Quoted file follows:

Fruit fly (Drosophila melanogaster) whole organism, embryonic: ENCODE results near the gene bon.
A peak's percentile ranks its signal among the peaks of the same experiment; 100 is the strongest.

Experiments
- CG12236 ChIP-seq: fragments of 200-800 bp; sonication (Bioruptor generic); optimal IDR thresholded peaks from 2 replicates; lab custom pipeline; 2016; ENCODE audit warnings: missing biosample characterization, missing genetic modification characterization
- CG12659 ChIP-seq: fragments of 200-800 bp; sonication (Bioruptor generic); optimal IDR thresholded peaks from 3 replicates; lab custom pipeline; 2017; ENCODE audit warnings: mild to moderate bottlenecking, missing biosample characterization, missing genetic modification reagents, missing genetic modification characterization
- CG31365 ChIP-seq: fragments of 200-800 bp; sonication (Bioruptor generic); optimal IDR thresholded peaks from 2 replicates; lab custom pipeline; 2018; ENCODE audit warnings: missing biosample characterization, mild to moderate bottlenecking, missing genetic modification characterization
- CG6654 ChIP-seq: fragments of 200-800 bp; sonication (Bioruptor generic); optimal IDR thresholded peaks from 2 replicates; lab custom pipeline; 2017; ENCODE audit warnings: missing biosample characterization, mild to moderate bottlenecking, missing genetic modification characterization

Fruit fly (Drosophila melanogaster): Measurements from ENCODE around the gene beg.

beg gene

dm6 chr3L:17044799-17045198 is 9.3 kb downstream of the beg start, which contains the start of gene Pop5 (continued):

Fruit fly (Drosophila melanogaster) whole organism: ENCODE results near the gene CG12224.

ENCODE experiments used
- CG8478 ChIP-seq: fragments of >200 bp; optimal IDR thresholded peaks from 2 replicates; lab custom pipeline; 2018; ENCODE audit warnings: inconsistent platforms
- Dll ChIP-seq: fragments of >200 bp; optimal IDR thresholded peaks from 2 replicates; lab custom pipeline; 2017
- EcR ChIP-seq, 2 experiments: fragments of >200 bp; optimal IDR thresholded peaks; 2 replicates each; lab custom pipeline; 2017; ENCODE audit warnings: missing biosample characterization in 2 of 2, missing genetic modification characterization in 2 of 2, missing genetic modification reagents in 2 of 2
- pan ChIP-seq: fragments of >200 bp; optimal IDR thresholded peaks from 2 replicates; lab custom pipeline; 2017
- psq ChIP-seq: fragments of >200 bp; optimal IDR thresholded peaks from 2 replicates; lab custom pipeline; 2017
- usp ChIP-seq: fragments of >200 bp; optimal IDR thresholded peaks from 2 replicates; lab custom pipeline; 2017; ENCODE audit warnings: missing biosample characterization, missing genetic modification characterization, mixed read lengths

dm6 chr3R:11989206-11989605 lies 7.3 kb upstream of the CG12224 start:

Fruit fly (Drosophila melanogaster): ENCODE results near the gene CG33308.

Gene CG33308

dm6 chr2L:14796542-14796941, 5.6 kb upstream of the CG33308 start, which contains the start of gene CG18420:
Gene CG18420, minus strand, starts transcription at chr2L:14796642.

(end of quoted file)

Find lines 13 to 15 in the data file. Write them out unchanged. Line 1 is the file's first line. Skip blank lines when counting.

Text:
- CG8478 ChIP-seq: fragments of >200 bp; optimal IDR thresholded peaks from 2 replicates; lab custom pipeline; 2018; ENCODE audit warnings: inconsistent platforms
- Dll ChIP-seq: fragments of >200 bp; optimal IDR thresholded peaks from 2 replicates; lab custom pipeline; 2017
- EcR ChIP-seq, 2 experiments: fragments of >200 bp; optimal IDR thresholded peaks; 2 replicates each; lab custom pipeline; 2017; ENCODE audit warnings: missing biosample characterization in 2 of 2, missing genetic modification characterization in 2 of 2, missing genetic modification reagents in 2 of 2